There are at least two San Francisco bikes in Sacramento, and I’ve come across them and ridden them. The most obvious, though subtle, difference is that the SF bikes have eight gears and the Sacramento bikes three, as befits the terrain. The shifting direction is reversed.

Since I rode these bikes on the same day that I rode Sacramento bikes, I could compare them directly, and the feeling I’d had when I’d ridden them several days apart turned out to be accurate. The bikes accelerate the same, but once reaching top speed of 15 mph for Sacramento bikes and 20 mph for San Francisco, the Sacramento bikes drop out of assist roughly, and continue to go in and out of it, surging and bogging down. The San Francisco bikes have a smooth transition, noticeable, but much smoother, going from assist to not in a comfortable manner.

The Sacramento bikes make a lot more noise than the San Francisco bikes. Sometimes people turn their head to look. Though I don’t know for sure, I suspect this is the result of whatever was implemented to limit the Sacramento bikes to 15 mph, which is not their design speed but a limitation imposed by the City of Sacramento. I’m concerned that the bikes may actually be damaged by this. I do know that when mechanical devices make a lot of noise, it is not a good sign.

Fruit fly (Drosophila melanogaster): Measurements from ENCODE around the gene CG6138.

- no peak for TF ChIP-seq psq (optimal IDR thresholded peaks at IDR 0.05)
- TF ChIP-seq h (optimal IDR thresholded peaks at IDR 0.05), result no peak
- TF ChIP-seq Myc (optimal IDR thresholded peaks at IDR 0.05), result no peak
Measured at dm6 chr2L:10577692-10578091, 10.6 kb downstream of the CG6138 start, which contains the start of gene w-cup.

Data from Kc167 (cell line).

I continue to believe that the 15 mph limitation was unnecessary and inappropriate.

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About Dan Allison

Dan Allison is a Safe Routes to School Coordinator in the Sacramento area. Dan dances and backpacks, as much as possible.

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